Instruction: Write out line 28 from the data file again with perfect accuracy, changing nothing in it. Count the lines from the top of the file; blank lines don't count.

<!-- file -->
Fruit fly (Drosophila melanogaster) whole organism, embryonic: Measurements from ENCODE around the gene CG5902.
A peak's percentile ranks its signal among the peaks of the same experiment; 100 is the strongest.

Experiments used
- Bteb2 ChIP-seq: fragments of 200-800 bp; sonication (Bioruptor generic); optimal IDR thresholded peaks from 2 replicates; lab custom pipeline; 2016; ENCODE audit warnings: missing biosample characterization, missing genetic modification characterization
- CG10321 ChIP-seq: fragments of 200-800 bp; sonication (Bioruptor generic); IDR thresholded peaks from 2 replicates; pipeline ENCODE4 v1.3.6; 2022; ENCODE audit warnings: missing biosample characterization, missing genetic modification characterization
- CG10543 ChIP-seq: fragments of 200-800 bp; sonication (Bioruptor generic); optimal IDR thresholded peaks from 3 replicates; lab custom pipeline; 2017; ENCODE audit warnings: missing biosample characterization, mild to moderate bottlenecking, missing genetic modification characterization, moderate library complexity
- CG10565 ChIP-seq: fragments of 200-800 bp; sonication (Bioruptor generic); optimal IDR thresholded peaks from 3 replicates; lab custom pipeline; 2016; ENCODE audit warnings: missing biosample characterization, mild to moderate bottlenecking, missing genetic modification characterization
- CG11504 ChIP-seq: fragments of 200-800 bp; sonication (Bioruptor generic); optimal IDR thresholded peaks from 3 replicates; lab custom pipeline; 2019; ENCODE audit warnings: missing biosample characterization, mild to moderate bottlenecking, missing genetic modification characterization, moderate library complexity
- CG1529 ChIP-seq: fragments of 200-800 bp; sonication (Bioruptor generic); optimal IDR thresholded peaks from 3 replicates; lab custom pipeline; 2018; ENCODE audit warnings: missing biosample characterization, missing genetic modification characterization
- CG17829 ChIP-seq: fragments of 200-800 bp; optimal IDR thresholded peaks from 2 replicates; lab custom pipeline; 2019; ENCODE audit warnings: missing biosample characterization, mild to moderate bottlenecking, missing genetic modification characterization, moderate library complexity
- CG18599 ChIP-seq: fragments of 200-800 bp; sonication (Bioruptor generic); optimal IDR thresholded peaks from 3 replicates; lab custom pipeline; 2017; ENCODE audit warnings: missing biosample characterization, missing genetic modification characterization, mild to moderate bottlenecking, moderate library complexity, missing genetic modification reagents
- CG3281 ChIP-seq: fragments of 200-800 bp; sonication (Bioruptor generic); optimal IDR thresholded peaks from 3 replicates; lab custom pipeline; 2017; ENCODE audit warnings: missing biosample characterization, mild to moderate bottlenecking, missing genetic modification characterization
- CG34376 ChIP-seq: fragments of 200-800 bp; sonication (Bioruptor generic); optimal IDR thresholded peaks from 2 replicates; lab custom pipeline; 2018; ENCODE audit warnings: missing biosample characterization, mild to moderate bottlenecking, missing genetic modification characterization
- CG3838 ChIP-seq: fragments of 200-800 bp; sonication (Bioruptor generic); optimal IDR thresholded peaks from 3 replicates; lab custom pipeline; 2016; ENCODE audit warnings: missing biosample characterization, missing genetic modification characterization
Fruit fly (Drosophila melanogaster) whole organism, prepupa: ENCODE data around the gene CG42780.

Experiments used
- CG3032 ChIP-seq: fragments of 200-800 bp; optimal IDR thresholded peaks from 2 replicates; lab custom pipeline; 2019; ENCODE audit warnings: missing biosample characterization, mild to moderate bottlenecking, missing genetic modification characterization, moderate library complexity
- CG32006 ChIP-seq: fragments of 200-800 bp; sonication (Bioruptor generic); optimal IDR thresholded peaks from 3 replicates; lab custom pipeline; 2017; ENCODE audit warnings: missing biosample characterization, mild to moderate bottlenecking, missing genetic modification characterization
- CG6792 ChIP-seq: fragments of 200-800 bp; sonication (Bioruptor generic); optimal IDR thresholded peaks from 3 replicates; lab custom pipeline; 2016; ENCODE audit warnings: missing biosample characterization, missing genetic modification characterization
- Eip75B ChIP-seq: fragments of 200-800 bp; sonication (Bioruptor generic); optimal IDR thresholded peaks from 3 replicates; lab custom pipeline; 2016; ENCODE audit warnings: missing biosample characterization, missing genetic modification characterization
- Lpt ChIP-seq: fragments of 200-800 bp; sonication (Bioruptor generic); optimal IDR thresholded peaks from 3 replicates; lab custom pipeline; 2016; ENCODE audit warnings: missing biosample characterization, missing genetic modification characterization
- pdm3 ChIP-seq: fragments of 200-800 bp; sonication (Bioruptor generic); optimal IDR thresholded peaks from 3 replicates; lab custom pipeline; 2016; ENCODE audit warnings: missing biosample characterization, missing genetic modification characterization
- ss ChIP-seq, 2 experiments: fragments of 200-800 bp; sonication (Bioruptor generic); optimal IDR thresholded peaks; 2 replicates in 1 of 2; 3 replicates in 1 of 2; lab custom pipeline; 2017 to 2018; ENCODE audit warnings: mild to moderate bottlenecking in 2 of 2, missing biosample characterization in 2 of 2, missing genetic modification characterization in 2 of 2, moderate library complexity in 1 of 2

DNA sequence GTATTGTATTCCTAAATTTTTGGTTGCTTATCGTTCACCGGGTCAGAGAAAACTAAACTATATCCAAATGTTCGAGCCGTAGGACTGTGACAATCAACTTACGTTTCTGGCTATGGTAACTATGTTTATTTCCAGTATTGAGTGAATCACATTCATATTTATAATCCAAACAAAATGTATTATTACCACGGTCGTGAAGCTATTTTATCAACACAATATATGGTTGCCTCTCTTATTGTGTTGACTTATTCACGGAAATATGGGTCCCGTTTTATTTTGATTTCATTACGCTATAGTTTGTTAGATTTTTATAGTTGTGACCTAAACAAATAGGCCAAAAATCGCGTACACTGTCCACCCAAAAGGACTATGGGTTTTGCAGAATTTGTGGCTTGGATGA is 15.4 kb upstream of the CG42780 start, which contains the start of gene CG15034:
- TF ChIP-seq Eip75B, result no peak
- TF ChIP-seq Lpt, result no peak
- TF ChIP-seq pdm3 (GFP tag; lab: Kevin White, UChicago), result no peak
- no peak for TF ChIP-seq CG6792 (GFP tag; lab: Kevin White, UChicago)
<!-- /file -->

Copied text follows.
- no peak for TF ChIP-seq CG6792 (GFP tag; lab: Kevin White, UChicago)